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4/16/23 - How To Spot A Toxic Culture From A Job Ad

by Mark Murphy 

There are two ways to end up working in a truly terrible company culture. The first is to work for a good company whose culture is just a terrible fit for your personality. The second is to end up in a culture that any rational person would consider toxic.

You can easily avoid the first problem, working for a good company that's a terrible fit for your personality, by simply understanding the types of corporate cultures and, knowing your own personality, avoiding those companies.

The online test, What's Your Organizational Culture?, reveals that there are four primary types of corporate cultures. The Social culture fosters strong interpersonal relationships, collaboration, and a friendly atmosphere, creating a sense of belonging and loyalty among employees. The Dependable culture values stability, efficiency, and process adherence, ensuring consistent quality and performance through employees' commitment to following established protocols.

The Enterprising culture emphasizes innovation, creativity, and merit-based competition, encouraging employees to think outside the box and challenge the status quo for continuous growth. The Hierarchical culture is defined by a clear organizational structure, well-defined roles, and a focus on power and authority, driving employees to compete for promotions and recognition within a controlled environment.

Now that you know the types of corporate cultures, all you have to do is be honest about your own preferences. If you're someone who wants clear boundaries between your professional and personal life, you probably won't like the Social culture. If you thrive on creativity, spontaneity, and flexibility, you might feel stifled by the strict processes of the Dependable culture. If you love predictability and structure, you're unlikely to love the fast-paced nature of an Enterprising culture. If you're seeking a highly collaborative atmosphere, you may feel constrained by the top-down decision-making of a Hierarchical culture.

The second way to end up in a terrible corporate culture is to end up in one of those environments that everyone sees as toxic. For that, you'll need to look for certain phrases in job ads. Here are five phrases that often appear in job ads and that signal a potential problem in the company.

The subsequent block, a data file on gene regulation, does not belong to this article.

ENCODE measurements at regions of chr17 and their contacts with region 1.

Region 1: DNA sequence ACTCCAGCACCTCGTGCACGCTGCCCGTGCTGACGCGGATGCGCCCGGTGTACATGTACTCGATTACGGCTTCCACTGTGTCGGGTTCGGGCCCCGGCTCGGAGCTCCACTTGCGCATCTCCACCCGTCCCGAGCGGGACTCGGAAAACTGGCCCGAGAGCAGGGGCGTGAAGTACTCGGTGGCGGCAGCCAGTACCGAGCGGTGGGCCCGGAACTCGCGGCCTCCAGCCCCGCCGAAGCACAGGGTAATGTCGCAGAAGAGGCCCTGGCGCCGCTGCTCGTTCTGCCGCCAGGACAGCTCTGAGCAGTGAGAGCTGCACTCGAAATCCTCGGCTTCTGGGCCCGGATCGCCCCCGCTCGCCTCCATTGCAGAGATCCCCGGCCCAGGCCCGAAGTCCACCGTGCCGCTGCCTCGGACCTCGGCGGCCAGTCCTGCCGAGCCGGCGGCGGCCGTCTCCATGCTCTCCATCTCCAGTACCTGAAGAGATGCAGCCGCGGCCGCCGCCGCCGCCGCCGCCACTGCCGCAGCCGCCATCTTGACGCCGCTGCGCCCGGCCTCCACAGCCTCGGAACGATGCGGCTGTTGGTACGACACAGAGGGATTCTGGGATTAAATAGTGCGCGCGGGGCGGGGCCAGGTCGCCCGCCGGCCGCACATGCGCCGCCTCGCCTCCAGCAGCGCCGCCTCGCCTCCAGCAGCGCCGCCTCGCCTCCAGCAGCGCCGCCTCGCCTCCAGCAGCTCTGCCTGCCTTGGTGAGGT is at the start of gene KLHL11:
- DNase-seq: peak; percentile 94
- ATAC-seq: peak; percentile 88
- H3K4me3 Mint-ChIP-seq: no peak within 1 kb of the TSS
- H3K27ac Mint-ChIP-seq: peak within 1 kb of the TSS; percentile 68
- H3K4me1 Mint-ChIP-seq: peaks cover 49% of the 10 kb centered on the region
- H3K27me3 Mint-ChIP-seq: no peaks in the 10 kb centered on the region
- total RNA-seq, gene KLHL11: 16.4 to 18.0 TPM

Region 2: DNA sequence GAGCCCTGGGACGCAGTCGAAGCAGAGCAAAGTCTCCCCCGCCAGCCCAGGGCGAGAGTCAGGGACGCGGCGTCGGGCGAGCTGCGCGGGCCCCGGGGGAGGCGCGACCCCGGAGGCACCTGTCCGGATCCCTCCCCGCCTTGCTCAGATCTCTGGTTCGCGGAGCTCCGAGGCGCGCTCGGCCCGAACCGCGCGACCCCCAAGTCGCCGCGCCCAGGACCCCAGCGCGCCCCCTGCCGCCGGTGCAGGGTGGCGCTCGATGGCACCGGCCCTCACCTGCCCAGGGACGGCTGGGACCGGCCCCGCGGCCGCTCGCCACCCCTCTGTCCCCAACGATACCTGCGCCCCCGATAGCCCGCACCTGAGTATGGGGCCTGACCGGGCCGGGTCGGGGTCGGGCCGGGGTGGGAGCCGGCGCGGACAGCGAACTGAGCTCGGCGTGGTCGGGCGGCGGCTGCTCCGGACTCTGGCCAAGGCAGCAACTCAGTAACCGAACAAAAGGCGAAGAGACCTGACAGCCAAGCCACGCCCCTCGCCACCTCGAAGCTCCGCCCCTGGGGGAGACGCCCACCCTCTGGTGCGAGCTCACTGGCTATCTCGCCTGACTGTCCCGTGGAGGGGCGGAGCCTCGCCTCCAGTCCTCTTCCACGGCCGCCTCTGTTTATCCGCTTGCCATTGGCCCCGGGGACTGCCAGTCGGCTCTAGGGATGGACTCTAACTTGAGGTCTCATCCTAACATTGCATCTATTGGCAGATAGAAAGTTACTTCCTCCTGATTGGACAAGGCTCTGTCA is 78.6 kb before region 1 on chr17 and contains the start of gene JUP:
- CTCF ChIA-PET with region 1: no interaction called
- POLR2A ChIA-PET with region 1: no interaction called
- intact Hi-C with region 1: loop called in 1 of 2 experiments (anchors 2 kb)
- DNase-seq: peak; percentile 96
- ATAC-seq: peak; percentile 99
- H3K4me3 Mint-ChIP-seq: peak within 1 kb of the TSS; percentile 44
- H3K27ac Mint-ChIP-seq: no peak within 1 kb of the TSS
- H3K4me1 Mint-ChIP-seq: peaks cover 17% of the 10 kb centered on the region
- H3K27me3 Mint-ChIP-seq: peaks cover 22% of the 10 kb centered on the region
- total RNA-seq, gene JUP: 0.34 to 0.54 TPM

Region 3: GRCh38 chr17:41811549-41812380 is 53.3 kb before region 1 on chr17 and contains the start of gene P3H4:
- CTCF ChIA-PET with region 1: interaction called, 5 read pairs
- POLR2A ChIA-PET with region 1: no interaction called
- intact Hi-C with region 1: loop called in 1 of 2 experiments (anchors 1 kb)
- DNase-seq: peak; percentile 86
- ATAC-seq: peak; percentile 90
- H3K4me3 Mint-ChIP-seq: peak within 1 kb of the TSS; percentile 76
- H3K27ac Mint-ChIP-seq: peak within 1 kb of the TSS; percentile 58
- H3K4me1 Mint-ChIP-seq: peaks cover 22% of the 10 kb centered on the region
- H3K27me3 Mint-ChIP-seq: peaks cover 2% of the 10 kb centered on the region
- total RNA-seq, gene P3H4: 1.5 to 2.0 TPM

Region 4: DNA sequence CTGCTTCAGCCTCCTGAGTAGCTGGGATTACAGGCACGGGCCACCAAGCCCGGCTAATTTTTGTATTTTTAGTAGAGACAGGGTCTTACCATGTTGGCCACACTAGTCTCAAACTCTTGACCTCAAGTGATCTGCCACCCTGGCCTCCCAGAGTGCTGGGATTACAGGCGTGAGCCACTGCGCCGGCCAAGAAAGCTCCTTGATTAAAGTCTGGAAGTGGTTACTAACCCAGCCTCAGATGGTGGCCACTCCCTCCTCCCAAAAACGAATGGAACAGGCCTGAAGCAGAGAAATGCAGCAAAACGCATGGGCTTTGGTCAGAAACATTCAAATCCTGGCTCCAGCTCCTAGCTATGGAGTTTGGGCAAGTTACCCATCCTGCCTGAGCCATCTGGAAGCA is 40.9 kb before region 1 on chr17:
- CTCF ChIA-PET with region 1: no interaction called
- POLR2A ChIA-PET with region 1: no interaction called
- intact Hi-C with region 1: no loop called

Phrase #1: "Fast-paced environment." This phrase can often be a red flag, especially as it indicates that the company expects employees to work at a rapid pace with little regard for work-life balance or burnout.

Phrase #2: "Must be available 24/7." It's not hard to see that this phrase implies the company expects employees to be accessible around the clock, which will almost certainly cause burnout and an unhealthy work-life balance.

Phrase #3: "High tolerance for ambiguity." Being adaptable is great, but when you see this phrase in a job ad, it can indicate that the company lacks clear communication or defined goals and might even have a chaotic work environment.

Phrase #4: "Flexible schedule." No one would dismiss the need for employees to be flexible, but this phrase can indicate that the company does not respect employees' personal time and boundaries, ensuring unpredictable work hours and constant changes.

Phrase #5: "Must thrive under pressure." We all want to be the kind of person who thrives under pressure, but when you see this phrase in a job ad, it can signal that the company often operates in crisis mode, with employees expected to regularly manage high-stress situations without adequate support.

The landmark study on new hire failures makes clear that attitude drives most hiring failures. This means that while you want to choose a good environment to showcase your skills, finding a cultural or attitudinal fit is even more important. Job ads often do a good job of subtly reflecting a company's true culture, so read them carefully. And when you see a phrase that feels wrong, trust your intuition.

Mark Murphy - I'm the founder of, a New York Times bestselling author, keynote speaker, and I teach managers and executives "the science of leadership." I'm the author of six books, including Hundred Percenters, HARD Goals, Hiring For Attitude, Truth At Work, and Managing Narcissists, Blamers, Dramatics & More. Some of my research studies include “Are SMART Goals Dumb?,” “Why CEO's Get Fired,” “Why New Hires Fail,” “High Performers Can Be Less Engaged,” and “Don’t Expect Layoff Survivors to Be Grateful.” I’ve lectured at The United Nations, Harvard Business School, Microsoft, Merck, MasterCard, Charles Schwab and Aflac, among others.